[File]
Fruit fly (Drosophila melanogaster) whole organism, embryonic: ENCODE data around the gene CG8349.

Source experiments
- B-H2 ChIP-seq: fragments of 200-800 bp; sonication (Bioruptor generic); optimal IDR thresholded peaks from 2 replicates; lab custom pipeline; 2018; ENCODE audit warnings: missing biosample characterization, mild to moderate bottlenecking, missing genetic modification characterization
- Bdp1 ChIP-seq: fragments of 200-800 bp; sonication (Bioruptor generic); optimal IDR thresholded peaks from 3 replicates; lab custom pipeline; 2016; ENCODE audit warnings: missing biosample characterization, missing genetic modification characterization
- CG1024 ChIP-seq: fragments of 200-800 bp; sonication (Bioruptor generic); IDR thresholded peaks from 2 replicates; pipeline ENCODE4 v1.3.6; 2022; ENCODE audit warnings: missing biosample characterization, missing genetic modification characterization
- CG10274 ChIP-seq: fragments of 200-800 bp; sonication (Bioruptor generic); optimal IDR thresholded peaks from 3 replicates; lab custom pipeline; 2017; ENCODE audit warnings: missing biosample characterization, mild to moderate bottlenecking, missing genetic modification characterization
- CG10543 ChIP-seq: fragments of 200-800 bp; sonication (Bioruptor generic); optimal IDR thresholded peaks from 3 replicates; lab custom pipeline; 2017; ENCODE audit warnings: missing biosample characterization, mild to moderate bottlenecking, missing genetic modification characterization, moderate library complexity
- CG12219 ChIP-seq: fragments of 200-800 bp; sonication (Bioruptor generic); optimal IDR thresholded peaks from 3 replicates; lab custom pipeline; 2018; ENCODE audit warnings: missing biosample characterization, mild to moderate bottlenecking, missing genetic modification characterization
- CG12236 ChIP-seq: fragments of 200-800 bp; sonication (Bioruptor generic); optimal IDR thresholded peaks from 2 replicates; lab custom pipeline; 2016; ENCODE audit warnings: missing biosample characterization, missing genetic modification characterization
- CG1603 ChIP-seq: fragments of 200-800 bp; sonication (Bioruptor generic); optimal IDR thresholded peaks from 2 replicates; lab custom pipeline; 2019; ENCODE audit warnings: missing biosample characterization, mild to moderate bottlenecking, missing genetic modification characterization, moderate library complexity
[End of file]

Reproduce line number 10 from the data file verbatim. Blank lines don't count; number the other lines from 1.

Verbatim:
- CG1603 ChIP-seq: fragments of 200-800 bp; sonication (Bioruptor generic); optimal IDR thresholded peaks from 2 replicates; lab custom pipeline; 2019; ENCODE audit warnings: missing biosample characterization, mild to moderate bottlenecking, missing genetic modification characterization, moderate library complexity